Tonight, we’re going to celebrate some of the fantastic music that has touched our lives and saved our souls over this unprecedented year. And as you can see, we are outside. Meaning, we get to enjoy the great Los Angeles air — which I know maybe as dangerous as COVID, but we’re willing to take the risk.
Tonight is going to be the biggest outdoor event this year besides the storming of the Capitol. Because, you see, right here in this elegant, open-air tent, we will be presenting the most prestigious, sought-after, peer-voted trophies in music, giving out shiny new Grammy awards live throughout the evening. But we have to do it quickly because tomorrow this tent is reserved for an outdoor wedding in Malibu and I do not want to lose my security deposit.
Click here to read Trevor Noah’s full monologue transcript on The Hollywood Reporter
You can count Beyoncé as one of the 17 million people who tuned in to Prince Harry and Duchess Meghan’s highly anticipated sit-down with Oprah Winfrey last Sunday, as now, the superstar is showing her support for the Duchess of Sussex.
But rather than post a comment on social media following the bombshell interview, Beyoncé took to her personal website to share her sweet message.
“Thank you Meghan for your courage and leadership,” wrote Beyoncé alongside an image of the two meeting for the first time at the U.K. premiere of The Lion King. “We are all strengthened and inspired by you.”
During the two-hour interview, Meghan revealed how adjusting to royal life took a toll on her mental health. In one of the televised special’s most heartbreaking moments, the Duchess of Sussex revealed that there was a point where she had considered suicide and turned to her husband, Harry, for support.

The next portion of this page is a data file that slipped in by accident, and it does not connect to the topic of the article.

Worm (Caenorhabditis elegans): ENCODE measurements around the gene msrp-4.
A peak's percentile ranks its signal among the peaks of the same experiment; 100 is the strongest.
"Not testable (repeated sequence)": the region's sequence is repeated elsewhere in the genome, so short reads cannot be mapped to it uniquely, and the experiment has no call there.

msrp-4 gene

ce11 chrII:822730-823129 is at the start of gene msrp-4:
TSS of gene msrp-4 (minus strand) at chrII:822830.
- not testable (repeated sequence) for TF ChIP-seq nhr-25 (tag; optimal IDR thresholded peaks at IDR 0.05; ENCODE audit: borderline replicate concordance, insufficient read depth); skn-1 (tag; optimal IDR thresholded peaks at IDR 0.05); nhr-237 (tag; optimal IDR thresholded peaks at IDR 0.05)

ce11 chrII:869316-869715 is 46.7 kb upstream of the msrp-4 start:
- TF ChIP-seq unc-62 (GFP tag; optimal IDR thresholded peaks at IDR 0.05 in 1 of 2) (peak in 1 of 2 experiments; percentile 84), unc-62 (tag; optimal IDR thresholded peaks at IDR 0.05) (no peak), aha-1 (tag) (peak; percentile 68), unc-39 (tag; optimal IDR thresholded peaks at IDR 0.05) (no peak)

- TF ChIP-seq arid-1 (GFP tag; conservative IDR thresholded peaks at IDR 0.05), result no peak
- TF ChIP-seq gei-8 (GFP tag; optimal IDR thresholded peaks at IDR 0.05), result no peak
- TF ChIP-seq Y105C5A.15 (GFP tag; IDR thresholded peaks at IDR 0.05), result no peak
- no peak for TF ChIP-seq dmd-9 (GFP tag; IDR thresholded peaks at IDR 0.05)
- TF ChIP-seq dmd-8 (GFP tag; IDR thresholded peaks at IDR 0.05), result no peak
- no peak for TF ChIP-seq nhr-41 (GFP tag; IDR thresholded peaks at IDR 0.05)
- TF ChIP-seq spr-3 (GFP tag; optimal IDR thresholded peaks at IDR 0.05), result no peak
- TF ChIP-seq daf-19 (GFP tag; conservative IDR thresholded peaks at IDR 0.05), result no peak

“I was ashamed to say it at the time and ashamed to have to admit it to Harry. But I knew that if I didn’t say it—then I would do it,” said Meghan to Winfrey during the interview. “I just didn’t want to be alive anymore.”
Beyoncé isn’t the only high-profile figure to speak out in support of Meghan in recent days. Tennis icon Serena Williams, the duchess’s dear friend, also shared a moving message praising her friend’s bravery in speaking her truth.
Click here to read the full article on Harper Bazaar
It’s almost time to watch Oprah Winfrey‘s interview with Prince Harry and Meghan Markle. Oprah With Meghan and Harry: A CBS Primetime Special promises to be an intimate, wide-ranging conversation with the couple in their first televised sit-down since their engagement, airing on Sunday, March 7.